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When Vulnerabilities Travel Downstream

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CVEs Assigned to Upstream Devices Exploited by Mirai IoT Botnet

 

Key Findings

  • While investigating the recent large-scale distributed denial-of-service (DDoS) attacks, Flashpoint identified the primary manufacturer of the devices that utilize the default username and password combination known as root and xc3511.
  • Default credentials pose little threat when a device is not accessible from the Internet. However, when combined with other defaults, such as web interfaces or remote login services like Telnet or SSH, default credentials may pose a great risk to a device.
  • In this case, default credentials can be used to “Telnet” to vulnerable devices, turning them into “bots” in a botnet.

 

Manufacturer of Upstream Devices Identified

While investigating the recent large-scale DDoS attacks against targets including Krebs On Security and OVH, Flashpoint identified the primary manufacturer of the devices that utilize the default username and password combination known as root and xc3511, respectively. These types of credentials exist all across the Internet and are commonly used via Telnet to access numerous types of DVRs. In fact, countless DVR manufacturers buy parts preloaded with Linux and rudimentary management software from a company called XiongMai Technologies, located in Hangzhou, China. This company sells white-labeled DVR, NVR and IP Camera boards and software to downstream vendors who then use it in their own products. Altogether, over five-hundred thousand devices on public IPs around the world appear susceptible to this vulnerability.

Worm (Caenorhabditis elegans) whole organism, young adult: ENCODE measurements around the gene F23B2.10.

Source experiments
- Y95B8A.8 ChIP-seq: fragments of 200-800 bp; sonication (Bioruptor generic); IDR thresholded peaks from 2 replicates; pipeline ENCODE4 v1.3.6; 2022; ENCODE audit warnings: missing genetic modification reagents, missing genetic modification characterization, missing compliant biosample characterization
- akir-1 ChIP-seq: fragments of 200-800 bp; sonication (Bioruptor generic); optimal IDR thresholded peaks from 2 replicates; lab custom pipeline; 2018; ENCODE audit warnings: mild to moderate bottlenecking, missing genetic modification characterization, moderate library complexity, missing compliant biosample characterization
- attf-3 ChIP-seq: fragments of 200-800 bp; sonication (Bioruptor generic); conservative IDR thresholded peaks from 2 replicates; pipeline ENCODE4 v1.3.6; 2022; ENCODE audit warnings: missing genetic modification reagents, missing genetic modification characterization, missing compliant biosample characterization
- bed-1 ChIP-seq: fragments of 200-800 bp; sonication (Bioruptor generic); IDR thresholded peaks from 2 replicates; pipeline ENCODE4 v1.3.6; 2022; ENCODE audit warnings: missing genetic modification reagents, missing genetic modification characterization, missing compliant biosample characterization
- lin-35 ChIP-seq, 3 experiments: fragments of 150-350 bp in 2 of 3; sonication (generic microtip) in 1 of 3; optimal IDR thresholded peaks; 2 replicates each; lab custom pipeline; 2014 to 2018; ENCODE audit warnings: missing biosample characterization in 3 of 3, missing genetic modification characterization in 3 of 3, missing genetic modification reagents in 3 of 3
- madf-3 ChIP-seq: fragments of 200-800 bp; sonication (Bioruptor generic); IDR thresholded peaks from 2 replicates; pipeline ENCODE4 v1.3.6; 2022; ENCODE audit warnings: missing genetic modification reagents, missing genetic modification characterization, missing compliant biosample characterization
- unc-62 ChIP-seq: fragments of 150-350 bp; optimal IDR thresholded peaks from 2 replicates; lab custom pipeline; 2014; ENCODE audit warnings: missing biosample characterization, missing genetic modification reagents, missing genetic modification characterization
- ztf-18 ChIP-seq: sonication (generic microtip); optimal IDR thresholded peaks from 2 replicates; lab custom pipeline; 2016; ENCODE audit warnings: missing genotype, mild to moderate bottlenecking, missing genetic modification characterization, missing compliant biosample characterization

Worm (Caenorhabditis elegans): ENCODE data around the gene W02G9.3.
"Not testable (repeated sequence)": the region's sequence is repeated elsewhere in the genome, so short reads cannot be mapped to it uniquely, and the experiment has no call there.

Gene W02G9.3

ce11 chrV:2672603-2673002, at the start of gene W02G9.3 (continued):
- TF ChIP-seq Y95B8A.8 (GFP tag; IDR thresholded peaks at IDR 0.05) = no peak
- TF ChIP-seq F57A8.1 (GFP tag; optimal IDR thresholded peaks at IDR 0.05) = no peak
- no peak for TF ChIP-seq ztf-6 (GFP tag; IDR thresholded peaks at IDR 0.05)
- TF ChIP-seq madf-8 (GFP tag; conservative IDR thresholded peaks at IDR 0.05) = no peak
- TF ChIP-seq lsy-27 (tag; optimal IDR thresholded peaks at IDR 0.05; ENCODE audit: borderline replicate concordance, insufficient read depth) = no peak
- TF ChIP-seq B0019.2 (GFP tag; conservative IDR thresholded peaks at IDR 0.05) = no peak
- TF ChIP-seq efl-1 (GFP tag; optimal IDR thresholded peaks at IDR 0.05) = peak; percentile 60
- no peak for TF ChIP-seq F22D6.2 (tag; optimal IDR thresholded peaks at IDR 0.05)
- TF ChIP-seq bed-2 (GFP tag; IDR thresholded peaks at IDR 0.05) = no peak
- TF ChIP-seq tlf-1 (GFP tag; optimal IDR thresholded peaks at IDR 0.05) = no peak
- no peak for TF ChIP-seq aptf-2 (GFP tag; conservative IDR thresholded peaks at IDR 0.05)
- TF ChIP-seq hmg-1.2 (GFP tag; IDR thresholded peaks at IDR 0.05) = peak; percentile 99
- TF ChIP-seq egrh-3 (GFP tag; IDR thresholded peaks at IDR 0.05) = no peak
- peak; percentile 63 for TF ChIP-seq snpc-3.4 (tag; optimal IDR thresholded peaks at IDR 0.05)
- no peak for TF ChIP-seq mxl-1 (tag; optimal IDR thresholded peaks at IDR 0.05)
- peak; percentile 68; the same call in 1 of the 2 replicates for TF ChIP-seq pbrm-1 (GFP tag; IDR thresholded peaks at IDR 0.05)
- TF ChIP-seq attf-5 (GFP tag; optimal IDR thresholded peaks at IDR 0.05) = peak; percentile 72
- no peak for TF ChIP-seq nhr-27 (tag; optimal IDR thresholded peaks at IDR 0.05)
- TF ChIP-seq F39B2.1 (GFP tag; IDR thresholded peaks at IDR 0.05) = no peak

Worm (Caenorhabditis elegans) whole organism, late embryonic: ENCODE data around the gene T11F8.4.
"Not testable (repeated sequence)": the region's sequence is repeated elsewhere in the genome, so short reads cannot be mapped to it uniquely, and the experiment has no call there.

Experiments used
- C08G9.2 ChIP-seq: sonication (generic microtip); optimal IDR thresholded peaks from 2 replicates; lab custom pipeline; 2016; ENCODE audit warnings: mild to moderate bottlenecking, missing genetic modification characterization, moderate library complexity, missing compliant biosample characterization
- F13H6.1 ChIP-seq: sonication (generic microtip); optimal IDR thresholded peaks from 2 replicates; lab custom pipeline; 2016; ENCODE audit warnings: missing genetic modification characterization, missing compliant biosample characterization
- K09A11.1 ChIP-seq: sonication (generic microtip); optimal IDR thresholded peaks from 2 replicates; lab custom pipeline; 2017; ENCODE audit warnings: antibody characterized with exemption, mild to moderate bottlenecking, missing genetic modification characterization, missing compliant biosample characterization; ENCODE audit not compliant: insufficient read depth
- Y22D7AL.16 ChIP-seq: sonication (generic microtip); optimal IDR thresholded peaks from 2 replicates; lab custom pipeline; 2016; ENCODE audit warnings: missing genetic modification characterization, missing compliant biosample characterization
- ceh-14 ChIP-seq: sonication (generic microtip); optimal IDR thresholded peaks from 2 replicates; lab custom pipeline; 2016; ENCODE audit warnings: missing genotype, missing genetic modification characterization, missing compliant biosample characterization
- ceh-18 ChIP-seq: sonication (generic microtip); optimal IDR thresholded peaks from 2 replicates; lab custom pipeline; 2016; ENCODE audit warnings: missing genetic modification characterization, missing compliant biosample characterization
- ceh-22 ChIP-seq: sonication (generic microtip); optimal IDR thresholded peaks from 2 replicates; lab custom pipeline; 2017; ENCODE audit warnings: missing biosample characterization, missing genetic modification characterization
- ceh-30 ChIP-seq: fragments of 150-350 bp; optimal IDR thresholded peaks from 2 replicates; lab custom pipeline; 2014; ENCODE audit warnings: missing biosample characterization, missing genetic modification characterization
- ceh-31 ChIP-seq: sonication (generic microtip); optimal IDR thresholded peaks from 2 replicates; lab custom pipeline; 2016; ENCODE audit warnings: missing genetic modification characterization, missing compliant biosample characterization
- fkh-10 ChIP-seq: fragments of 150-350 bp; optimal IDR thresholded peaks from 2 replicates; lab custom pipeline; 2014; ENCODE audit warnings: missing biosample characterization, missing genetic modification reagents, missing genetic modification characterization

The default login page of Xiongmai Technologies “Netsurveillance” and “CMS” software. The download link for the older CMS binary is in the config.js file.

Image 1: The default login page of Xiongmai Technologies “Netsurveillance” and “CMS” software. The download link for the older CMS binary is in the config.js file.

Why are default credentials such a bad thing?